She would also edge her side walk by hand, with a small hand spade and some clippers. She used a stool and would move up the sidewalk, inch by painful inch. I own a gas-powered edger and I offered to edge for her several times. Again, I was politely but firmly rebuffed. I always felt bad watching her edge on her little stool. Her hands were gnarled with arthritis and it would often take all day for her to complete the task. In the fall she would rake her yard, often three times a day. Not one single stray leaf was allowed on her immaculate little yard, although the trees and wind conspired against her more often than not. Offers of help for this task were also politely declined.

She was seen raking today in a sweatshirt, taking the occasional break to her chair. At one point, the anonymous neighbor noticed that she was not just sitting in the chair, but she was slumped down in it. They checked on her and found her unconscious. Help in the form of an ambulance and her children were summoned. The scene I witnessed earlier from my garage was her children returning her home from a two hour stay in the emergency room.

We stood on the corner of my yard and watched the activity in the old woman’s house. There was no running about, no real sense of urgency. To me, as I remarked to Holly and Biff, was either a good sign or a very bad one. Soon, the brought her out on a stretcher and put her into the waiting ambulance. Several minutes later, the ambulance departed, lights on, but no sirens. Biff and his wife depart, for them the show is over.

Holly and I stand and chat for a moment when we see the eldest son begin walking to his truck, which was parked up the street. I ran over to him, with Holly in tow, and asked if there was anything we could do to help. His response was “Pray”. He told us that she was dehydrated and had passed out in the bathroom. He was sure they would keep her in the hospital this time. I felt guilty, and told him I had offered her help several times to no avail. He grimaced and said “I’m her oldest son, and she won’t take help from me. I’m not surprised.” Holly and I then said our goodbyes to him and returned to my front yard. After chatting for a few minutes, Holly returned across the street to her house as well.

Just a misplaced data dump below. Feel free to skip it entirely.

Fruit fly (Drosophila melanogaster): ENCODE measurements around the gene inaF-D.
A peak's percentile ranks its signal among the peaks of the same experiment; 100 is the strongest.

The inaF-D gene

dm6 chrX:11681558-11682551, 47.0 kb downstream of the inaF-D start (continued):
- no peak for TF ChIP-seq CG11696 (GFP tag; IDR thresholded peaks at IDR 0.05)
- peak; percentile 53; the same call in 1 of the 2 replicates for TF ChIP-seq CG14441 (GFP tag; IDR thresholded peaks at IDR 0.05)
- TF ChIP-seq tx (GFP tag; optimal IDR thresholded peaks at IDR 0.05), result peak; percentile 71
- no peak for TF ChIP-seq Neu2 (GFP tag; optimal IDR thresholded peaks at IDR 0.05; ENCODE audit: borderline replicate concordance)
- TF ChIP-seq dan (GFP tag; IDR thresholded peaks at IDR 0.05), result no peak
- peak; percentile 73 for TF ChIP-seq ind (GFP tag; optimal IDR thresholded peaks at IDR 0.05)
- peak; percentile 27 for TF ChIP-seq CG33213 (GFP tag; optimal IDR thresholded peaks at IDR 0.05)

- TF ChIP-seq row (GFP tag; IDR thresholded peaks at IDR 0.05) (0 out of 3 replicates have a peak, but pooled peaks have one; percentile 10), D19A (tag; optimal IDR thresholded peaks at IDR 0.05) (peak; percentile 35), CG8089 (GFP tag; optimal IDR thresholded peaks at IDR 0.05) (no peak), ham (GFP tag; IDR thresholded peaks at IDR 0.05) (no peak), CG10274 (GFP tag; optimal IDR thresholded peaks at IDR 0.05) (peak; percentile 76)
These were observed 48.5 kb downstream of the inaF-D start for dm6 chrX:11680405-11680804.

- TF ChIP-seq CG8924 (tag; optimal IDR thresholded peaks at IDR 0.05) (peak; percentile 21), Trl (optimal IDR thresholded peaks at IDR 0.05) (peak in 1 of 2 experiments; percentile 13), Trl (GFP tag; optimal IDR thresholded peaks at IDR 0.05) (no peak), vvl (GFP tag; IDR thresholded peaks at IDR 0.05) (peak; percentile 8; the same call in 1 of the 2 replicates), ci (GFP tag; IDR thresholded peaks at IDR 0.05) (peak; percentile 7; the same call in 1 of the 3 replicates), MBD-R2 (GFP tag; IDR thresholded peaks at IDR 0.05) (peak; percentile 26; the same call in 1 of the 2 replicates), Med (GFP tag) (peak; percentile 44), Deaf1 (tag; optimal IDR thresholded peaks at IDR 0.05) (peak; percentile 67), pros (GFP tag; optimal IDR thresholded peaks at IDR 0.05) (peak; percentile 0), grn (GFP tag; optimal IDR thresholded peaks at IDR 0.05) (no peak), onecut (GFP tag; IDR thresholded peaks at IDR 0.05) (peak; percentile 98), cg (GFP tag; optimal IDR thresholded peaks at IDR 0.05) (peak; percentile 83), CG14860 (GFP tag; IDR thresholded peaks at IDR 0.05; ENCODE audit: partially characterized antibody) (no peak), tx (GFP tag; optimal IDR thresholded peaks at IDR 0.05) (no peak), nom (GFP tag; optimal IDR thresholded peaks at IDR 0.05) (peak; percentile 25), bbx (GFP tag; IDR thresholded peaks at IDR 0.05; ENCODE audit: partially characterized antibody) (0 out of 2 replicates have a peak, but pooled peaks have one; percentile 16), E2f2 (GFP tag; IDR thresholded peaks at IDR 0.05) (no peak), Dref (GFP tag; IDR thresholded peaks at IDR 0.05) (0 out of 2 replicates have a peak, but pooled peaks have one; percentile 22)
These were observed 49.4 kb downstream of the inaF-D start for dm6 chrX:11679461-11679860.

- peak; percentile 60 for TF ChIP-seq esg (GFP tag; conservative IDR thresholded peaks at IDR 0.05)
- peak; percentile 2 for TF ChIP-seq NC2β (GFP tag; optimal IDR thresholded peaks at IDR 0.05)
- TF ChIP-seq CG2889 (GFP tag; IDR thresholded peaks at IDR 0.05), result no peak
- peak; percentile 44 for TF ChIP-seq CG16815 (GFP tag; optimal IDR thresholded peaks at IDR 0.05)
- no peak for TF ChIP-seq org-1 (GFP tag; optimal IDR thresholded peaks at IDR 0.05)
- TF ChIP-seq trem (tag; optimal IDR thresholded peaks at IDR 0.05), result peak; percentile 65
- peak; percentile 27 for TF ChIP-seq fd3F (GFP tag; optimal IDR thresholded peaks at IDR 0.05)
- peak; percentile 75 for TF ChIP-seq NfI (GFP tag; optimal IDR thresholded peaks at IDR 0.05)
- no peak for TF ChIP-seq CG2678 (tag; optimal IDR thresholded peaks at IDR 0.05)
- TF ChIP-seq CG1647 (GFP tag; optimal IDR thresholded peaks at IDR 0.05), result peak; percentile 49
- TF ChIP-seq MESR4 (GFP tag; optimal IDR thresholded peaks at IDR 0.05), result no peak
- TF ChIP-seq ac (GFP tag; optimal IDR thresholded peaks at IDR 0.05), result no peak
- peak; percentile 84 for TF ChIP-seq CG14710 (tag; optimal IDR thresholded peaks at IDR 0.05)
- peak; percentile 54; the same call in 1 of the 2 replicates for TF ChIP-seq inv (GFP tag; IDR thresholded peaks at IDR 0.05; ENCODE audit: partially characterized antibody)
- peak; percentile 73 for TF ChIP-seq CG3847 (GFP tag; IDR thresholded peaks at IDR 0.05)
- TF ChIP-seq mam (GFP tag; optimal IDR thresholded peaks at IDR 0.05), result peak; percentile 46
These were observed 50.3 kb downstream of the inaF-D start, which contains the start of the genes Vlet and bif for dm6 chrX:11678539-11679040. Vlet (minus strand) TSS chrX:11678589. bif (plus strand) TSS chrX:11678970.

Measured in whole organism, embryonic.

Later that night I was again sitting in the doorway of my garage, enjoying another beer and a smoke. I looked over at the old woman’s house and was overcome with a strange feeling of sadness. For the last 10 years, we have lived near this woman. She has been alone, her husband died years ago. I have watched her and her house, her scrupulously neat yard. I have approached her to help her, sometimes just to chat. She was always very polite, but I got the sense that she wasn’t comfortable with the contact.

I don’t know that the old woman will be back. It is very possible that she will be. At her age you never can really know. Holly had related to me that the old woman was lonely and missed her husband, whose passing had to have been at least a decade earlier. Holly is good at ferreting out the scoop on anyone in the neighborhood.

I know in my heart that things change. I know that people, good people end up alone sometimes and that they get old and die. For the old woman, she has been biding her time. Her children are grown, as are her children’s children. Her husband has passed away. Yet, the selfish side of me always wants that old woman to be there, raking her leaves, mowing the lawn, and edging the sidewalk.


Yes, he calls me Weetabix on his blog. I think because once he called me “the wife” and I was like “The fuck???” so he had to think of something else.

He is such a better person than I am. I totally don’t know what he sees in me.

Must be the sex.